What that tells me is that just as you see again and again, throughout the history of science, that at one point people said, okay, now we really understand what’s going on. We got it. And then somebody comes along with a new idea and new experiments and say, oh, okay. What we thought we knew was actually a special case.

And now we have a more expansive understanding of reality. So I see materialism as a special case that pertains to certain aspects, limited aspects of the world, which is extremely powerful and a very good way of understanding it, but it does not account for everything. So how do we expand it? I would say one way to expand it is to assume that materialism is a subset of idealism. So idealism in, once you do that magic psychic stuff, the cities, all of that are become easy to understand without doing anything to material.

[00:56:56] Alex Tsakiris: So here’s where I’m, here’s where I’m kind of trying to go with that. Your work it’ll tell me if you agree with us or if you don’t, but not inconsistent with what people are doing with the near-death experience science, the shared death experience science, but just really interesting. And it’s some people say it’s anecdotal, but it’s really not.

It’s casework in the same way that medicine across the board is a combination of casework and, uh, as well as kind of Explorer, experimental laboratory work. But what your saying, what your findings are, not inconsistent with saying there are these extended consciousness realms. Now let’s go see what we might learn about those extended consciousness realms.

think you’re making some of those same leaps, whether you like to or not, you are deciding that you won’t do the spoon bending exercise on board upon. Cause you’re like, is this maybe going to make the wings of the plane kind of go down? So we, we are in the game of trying to figure out what these exp what these extended consciousness realms are and how we fit into them.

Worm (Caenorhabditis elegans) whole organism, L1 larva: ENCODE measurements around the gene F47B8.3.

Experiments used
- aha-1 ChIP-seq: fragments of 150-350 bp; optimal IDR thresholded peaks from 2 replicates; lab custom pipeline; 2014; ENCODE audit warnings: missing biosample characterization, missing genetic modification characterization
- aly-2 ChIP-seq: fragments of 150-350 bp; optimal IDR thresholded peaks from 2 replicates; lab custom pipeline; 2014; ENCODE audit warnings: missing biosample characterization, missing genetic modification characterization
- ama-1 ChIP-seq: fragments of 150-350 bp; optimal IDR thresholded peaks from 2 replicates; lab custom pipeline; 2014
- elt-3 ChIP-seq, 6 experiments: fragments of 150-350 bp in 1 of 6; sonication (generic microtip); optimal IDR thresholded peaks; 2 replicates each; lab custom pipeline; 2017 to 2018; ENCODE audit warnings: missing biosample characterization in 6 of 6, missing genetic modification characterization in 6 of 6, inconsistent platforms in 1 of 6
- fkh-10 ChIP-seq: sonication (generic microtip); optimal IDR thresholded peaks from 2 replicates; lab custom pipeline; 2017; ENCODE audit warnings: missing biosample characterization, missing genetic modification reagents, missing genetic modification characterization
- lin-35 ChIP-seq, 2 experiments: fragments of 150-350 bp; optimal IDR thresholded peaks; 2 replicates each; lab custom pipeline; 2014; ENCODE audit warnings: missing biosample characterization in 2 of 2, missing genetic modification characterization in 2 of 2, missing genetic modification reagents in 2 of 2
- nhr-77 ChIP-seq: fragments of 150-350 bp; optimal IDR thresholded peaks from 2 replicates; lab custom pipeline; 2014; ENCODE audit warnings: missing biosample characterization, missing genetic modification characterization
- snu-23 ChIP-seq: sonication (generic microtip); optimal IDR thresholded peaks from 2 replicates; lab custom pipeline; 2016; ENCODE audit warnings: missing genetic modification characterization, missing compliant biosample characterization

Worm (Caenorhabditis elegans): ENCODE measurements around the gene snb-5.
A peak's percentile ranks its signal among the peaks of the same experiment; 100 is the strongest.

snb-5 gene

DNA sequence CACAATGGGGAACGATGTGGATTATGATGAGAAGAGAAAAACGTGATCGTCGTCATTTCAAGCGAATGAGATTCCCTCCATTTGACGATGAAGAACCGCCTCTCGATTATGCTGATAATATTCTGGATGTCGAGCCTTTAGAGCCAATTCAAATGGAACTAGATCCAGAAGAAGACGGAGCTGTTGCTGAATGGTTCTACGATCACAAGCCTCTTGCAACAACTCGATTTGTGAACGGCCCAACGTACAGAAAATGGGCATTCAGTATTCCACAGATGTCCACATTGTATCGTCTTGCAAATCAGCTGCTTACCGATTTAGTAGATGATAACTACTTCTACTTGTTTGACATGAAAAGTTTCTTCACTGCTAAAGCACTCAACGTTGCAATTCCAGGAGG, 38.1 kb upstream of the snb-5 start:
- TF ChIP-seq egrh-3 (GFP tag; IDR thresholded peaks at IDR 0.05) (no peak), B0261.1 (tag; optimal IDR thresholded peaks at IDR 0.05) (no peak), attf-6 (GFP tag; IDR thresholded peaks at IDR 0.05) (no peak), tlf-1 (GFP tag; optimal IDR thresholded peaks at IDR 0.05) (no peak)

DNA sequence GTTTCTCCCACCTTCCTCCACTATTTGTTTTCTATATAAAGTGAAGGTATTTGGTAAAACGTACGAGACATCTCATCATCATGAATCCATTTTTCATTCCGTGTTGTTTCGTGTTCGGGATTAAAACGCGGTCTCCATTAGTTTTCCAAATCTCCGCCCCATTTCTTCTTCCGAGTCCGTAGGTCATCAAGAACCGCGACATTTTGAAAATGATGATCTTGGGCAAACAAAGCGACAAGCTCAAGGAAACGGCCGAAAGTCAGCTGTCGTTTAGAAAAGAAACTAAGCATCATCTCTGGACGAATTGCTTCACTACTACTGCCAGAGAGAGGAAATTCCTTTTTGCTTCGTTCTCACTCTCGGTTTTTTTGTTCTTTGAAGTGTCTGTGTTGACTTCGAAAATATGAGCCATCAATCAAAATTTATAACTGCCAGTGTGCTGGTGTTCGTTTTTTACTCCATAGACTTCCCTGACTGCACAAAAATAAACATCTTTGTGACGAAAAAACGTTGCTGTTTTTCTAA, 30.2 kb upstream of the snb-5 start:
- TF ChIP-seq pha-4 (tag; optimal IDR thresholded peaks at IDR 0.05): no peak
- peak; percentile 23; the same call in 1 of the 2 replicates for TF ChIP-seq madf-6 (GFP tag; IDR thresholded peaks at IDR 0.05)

And I think like the near-death experience science and the reincarnation science and the shared death experience, science nudge us towards there is a moral imperative. I mean, that’s what they’re just kind of saying consistently over and over again. So I’m just

[00:58:29] Dr. Dean Radin: Oh, wait a minute. What, why, why would those experiences have a moral.

[00:58:36] Alex Tsakiris: That’s what’s that’s what’s reported like, so if you start compiling that data, the best you can, and you go Von Lamoille, and you go start doing surveys of people after they recover from their cardiac arrest, and you ask them a series of questions do it in a scientific way. You can, in terms of good medical survey, that’s what they report overwhelmingly like 90%, you know, these off the chart kind of things.

So that’s just the data.

[00:59:07] Dr. Dean Radin: Yeah. So, uh, so there w there was this, uh, essay contest, which you’re aware of by the big ALO, uh, foundation. And so we, we submitted, uh, one of the essays and we got, uh, one of the prizes and part of the upshot of what we were talking about is if you look at the eight or nine different classes of evidence for survival, Uh, how, how should we best interpret that?

Does it mean that they’re actually the consciousness and the body can be separate and they went to separate it retains enough about your own memories and personality and so on. So that when a medium reports talking to uncle Bob, it’s like an invisible form of uncle Bob. So that, I mean, most people, when they think about survival, they’re thinking about you survive in some other world somehow, and you’re still connected to this world.

That’s, that’s sort of a naive way of thinking about what survival is thought about. Like the idea of heaven. You’re exactly the same as now, except maybe you’re younger and you don’t need to eat or something like that. So what we are doing is questioning there. First of all, if you do a systematic review of these various kinds of evidence, and you assign a letter grade as to how good the evidence is from a scientific perspective, none of them are a, about the best you get us. So some of it’s compelling. I mean, the, you know, the whole package of, of these stories are very impressive. Uh, but does it mean that there is survival of any type or we concluded that we don’t know at this point? And the main reason we don’t know is because we, all of the evidence, a hundred percent of the evidence for survival comes from living people.